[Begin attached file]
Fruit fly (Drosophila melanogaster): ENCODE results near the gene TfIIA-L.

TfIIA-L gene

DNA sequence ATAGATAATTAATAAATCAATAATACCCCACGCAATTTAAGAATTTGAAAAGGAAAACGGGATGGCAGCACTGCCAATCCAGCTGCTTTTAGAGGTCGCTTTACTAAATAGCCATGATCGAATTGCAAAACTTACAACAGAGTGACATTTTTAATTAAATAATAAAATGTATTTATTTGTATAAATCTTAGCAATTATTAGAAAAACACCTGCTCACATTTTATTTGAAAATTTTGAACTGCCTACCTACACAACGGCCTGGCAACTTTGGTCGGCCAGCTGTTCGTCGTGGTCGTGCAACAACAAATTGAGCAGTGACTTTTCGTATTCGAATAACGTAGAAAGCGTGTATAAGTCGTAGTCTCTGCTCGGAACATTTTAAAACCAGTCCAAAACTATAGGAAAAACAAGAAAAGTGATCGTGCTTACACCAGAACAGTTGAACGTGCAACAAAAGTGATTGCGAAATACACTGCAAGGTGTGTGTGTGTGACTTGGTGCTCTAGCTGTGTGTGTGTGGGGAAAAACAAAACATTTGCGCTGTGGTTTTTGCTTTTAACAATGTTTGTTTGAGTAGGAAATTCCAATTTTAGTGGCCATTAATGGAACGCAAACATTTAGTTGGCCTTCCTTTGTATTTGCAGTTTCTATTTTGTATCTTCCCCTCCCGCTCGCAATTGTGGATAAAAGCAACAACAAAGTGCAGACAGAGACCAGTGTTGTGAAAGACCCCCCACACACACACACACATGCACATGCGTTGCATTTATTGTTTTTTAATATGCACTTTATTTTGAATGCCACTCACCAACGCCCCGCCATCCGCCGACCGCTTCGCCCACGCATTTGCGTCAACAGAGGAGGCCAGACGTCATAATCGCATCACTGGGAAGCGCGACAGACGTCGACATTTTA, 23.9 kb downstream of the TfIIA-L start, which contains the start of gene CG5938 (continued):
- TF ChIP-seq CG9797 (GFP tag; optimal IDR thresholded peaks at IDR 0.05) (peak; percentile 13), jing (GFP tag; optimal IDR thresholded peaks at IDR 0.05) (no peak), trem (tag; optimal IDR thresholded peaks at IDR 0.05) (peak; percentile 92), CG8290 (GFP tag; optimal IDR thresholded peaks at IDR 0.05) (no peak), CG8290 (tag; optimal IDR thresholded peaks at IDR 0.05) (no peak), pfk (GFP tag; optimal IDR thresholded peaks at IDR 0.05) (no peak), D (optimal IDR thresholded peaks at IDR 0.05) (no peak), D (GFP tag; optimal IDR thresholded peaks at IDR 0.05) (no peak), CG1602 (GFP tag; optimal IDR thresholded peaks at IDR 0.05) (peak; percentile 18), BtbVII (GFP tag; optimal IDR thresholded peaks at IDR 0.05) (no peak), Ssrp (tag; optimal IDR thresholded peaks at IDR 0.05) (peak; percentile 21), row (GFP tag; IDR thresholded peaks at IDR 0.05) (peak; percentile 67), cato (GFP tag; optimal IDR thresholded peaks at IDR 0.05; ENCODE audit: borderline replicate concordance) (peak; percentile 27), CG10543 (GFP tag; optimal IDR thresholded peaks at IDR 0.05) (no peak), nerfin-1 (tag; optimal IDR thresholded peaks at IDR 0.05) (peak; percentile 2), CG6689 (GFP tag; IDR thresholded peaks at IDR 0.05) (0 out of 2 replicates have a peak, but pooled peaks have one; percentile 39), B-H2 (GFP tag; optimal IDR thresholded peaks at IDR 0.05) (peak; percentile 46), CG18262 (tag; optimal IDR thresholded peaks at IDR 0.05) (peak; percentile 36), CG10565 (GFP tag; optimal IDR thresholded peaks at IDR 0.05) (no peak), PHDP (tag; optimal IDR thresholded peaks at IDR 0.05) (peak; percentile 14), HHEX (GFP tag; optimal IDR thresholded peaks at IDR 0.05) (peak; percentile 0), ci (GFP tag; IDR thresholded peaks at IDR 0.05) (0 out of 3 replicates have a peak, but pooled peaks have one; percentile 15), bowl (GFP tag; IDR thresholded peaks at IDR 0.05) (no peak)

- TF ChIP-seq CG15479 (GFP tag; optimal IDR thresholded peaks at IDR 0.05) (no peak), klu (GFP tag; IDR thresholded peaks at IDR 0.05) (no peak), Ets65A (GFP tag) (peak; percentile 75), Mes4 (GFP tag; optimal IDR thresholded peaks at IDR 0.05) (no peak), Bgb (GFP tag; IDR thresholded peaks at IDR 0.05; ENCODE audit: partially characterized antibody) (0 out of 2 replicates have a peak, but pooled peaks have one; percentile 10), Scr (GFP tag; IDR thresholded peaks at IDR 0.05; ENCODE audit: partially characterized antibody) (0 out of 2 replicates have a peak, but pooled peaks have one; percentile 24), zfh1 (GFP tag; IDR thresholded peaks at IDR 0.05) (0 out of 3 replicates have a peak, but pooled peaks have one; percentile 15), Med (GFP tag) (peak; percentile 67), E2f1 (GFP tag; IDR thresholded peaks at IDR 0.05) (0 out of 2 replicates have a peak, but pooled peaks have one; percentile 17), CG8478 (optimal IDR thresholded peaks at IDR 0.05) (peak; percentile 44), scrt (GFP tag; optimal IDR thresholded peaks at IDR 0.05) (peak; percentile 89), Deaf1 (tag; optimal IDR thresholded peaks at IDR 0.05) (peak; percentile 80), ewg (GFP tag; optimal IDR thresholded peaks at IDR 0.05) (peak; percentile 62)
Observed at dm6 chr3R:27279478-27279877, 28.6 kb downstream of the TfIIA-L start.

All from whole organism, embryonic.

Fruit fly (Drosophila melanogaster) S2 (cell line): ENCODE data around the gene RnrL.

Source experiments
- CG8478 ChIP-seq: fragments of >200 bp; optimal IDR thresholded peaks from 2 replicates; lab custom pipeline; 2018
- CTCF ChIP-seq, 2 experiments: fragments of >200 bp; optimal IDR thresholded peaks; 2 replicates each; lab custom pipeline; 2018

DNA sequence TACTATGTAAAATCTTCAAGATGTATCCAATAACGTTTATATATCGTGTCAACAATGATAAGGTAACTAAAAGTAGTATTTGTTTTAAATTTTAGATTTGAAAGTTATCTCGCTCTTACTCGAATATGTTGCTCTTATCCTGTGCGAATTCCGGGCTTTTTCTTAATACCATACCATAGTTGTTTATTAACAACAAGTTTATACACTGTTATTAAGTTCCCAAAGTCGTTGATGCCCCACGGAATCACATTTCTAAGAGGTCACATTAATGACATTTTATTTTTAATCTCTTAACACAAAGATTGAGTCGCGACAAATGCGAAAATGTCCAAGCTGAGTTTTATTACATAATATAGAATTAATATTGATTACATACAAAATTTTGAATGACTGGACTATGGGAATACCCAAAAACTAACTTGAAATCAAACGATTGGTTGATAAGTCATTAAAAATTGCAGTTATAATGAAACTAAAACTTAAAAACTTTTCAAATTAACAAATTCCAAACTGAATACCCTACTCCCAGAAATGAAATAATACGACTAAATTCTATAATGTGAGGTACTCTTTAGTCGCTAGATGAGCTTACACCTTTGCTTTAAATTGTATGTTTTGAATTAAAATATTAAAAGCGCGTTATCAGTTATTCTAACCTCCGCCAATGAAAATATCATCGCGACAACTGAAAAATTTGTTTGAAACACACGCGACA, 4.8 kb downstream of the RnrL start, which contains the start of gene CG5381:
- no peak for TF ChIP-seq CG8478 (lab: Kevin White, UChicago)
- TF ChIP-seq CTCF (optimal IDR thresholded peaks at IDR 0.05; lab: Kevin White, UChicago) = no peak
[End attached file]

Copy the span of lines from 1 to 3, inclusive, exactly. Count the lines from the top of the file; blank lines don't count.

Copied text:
Fruit fly (Drosophila melanogaster): ENCODE results near the gene TfIIA-L.

TfIIA-L gene

DNA sequence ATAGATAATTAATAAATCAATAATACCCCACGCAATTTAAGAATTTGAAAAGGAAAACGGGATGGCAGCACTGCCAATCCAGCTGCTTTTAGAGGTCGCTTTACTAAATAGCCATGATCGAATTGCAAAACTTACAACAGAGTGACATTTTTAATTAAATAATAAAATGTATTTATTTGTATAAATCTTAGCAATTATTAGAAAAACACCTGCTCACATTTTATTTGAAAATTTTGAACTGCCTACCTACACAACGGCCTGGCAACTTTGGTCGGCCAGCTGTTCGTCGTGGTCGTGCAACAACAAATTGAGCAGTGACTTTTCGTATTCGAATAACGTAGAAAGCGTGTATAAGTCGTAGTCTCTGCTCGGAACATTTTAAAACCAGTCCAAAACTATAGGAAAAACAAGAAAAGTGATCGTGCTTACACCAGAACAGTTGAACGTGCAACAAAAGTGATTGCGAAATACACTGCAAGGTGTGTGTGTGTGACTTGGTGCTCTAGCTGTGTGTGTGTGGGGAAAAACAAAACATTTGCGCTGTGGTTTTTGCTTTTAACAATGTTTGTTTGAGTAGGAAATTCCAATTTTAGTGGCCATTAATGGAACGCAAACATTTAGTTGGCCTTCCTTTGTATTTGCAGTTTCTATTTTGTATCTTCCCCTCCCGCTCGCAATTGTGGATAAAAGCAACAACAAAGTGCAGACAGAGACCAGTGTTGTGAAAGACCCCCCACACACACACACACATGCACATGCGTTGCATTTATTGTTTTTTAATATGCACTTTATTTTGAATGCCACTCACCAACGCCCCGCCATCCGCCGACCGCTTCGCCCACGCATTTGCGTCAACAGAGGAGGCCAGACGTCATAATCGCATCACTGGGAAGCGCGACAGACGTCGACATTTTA, 23.9 kb downstream of the TfIIA-L start, which contains the start of gene CG5938 (continued):